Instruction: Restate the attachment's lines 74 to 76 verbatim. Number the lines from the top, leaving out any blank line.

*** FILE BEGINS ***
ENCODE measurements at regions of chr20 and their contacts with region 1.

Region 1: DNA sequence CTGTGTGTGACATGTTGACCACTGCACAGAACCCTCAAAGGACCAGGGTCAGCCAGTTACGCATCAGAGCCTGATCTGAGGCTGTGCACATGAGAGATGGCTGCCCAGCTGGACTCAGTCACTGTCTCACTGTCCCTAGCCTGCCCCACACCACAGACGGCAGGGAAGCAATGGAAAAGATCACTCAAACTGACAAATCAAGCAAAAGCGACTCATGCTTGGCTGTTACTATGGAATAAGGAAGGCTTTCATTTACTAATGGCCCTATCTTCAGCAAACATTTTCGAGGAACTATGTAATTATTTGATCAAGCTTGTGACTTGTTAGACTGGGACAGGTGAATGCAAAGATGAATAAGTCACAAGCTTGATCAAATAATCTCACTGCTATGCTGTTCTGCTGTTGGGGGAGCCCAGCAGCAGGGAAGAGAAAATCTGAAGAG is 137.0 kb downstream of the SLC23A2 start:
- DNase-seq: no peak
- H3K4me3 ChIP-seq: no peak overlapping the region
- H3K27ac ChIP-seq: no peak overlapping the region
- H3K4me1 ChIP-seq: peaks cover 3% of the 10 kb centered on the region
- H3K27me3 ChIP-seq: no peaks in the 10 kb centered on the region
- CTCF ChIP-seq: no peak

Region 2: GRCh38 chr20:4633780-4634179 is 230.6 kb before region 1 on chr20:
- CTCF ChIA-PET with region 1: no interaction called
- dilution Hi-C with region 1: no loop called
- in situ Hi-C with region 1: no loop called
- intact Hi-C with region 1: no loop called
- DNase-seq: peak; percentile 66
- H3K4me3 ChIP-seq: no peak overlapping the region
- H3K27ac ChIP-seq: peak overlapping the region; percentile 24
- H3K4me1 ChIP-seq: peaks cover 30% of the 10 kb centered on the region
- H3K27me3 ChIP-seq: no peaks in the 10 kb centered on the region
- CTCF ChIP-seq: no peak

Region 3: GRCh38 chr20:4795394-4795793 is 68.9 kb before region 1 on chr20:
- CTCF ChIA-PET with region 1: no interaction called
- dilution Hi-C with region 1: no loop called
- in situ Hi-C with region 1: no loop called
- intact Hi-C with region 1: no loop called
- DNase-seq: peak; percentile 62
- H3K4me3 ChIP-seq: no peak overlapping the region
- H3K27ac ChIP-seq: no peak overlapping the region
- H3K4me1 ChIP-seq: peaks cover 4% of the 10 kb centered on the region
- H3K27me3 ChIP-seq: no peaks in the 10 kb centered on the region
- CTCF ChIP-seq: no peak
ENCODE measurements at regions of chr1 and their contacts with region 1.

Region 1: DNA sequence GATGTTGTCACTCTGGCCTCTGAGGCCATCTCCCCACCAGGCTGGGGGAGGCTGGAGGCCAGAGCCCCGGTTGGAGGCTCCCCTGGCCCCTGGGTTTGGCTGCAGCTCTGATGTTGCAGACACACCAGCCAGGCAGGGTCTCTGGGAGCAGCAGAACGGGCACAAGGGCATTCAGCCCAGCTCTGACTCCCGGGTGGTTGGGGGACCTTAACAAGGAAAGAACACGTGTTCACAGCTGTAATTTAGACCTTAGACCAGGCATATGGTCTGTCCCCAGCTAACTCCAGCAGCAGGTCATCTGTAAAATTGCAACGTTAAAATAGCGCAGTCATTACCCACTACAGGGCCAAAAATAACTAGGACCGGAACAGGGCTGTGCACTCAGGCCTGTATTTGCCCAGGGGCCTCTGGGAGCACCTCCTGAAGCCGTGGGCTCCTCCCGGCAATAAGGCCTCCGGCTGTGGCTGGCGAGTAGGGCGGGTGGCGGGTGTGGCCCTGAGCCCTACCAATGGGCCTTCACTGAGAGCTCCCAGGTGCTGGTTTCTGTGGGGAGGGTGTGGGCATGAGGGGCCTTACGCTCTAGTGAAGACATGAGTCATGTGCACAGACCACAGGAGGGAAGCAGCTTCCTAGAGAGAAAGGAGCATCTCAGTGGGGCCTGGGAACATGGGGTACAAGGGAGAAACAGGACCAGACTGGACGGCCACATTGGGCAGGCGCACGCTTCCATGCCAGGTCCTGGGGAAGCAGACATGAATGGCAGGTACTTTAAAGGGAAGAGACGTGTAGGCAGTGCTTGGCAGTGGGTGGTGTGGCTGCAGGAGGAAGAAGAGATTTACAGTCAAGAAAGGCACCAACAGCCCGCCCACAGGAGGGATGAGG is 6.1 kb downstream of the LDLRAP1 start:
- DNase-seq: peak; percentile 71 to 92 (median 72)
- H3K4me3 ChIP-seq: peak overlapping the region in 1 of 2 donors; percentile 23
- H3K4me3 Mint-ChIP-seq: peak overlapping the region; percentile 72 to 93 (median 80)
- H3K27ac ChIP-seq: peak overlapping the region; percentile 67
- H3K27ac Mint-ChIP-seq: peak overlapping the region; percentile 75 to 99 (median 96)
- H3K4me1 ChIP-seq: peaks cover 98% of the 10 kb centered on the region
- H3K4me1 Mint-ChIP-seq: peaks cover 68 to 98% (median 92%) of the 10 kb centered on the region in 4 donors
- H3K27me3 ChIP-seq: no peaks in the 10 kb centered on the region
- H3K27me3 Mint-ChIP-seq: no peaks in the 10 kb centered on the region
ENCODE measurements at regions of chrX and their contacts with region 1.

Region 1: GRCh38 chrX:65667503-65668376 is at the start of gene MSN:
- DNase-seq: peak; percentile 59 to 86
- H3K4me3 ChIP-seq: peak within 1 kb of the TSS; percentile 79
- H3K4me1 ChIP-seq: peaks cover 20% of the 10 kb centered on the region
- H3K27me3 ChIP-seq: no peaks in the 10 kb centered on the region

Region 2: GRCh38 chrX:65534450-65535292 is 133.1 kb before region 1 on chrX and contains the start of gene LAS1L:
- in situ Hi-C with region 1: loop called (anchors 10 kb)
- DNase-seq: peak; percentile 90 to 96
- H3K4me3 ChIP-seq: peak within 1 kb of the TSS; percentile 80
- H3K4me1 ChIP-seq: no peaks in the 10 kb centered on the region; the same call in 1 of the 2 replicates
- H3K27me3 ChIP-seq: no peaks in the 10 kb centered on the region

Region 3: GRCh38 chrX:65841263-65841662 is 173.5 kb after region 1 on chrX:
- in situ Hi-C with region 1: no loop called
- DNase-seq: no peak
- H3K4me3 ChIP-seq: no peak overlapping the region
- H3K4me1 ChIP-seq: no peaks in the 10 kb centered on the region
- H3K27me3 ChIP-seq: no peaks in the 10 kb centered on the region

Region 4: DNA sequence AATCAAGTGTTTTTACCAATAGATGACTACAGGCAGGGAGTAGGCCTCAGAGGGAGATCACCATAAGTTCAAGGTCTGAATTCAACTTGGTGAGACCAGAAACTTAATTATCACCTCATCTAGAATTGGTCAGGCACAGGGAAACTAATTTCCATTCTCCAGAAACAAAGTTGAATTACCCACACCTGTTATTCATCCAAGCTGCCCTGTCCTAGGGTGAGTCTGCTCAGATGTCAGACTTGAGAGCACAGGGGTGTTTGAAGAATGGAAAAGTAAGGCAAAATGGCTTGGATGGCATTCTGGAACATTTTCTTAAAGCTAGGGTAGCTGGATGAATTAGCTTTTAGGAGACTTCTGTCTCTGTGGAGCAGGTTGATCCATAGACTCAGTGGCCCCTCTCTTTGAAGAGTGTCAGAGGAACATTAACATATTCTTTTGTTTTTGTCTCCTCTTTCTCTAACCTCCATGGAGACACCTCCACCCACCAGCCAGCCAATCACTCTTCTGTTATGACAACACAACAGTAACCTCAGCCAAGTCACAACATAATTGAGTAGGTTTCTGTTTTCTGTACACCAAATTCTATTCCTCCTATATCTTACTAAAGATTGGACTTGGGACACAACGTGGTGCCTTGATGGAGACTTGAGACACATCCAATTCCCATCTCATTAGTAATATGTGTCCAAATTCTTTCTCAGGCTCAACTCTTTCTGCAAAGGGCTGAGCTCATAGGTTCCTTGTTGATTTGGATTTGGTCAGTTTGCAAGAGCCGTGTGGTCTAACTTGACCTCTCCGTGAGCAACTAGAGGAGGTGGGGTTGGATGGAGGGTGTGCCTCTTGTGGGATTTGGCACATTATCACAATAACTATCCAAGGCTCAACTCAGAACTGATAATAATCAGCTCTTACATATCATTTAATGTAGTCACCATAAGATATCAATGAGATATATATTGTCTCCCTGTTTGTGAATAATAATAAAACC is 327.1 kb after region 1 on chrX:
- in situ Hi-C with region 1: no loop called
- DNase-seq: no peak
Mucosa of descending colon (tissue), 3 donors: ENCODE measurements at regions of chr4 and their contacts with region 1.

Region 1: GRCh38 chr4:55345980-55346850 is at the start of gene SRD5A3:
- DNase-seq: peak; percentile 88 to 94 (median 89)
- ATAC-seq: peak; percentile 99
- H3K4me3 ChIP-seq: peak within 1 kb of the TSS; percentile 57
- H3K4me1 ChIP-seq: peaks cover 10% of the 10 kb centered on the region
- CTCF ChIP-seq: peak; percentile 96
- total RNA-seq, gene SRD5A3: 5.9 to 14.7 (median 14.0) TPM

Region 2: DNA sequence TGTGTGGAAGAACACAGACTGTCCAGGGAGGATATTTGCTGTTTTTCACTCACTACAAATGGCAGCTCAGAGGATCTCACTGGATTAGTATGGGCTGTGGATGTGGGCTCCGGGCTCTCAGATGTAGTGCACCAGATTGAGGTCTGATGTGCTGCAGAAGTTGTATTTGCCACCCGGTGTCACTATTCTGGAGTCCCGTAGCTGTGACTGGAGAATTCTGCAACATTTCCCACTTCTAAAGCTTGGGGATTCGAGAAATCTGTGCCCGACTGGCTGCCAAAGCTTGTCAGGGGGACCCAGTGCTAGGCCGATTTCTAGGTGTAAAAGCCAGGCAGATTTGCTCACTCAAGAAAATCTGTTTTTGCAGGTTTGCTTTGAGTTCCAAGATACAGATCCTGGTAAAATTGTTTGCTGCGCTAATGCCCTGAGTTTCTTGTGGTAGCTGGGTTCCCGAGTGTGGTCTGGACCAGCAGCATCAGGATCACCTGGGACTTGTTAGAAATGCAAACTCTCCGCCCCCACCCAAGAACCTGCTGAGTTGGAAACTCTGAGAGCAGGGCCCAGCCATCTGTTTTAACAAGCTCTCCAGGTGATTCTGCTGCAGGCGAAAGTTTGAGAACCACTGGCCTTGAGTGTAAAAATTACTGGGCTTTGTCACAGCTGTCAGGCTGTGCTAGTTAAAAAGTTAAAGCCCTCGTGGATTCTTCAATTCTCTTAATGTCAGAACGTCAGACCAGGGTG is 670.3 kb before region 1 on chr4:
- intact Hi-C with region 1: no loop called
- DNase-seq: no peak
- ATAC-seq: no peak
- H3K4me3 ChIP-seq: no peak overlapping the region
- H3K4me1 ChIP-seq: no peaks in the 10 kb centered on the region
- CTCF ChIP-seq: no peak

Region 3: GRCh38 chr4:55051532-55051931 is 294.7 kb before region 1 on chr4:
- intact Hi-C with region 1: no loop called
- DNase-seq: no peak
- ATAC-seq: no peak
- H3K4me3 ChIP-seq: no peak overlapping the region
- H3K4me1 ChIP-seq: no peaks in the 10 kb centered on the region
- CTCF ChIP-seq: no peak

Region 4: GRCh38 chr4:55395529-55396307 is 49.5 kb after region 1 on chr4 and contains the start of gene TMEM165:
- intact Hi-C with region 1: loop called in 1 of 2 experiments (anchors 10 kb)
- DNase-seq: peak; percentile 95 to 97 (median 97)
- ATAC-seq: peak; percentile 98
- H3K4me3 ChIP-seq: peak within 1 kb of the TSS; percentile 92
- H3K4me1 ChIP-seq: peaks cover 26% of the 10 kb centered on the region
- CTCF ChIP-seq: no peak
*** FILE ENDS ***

- ATAC-seq: no peak
- H3K4me3 ChIP-seq: no peak overlapping the region
- H3K4me1 ChIP-seq: no peaks in the 10 kb centered on the region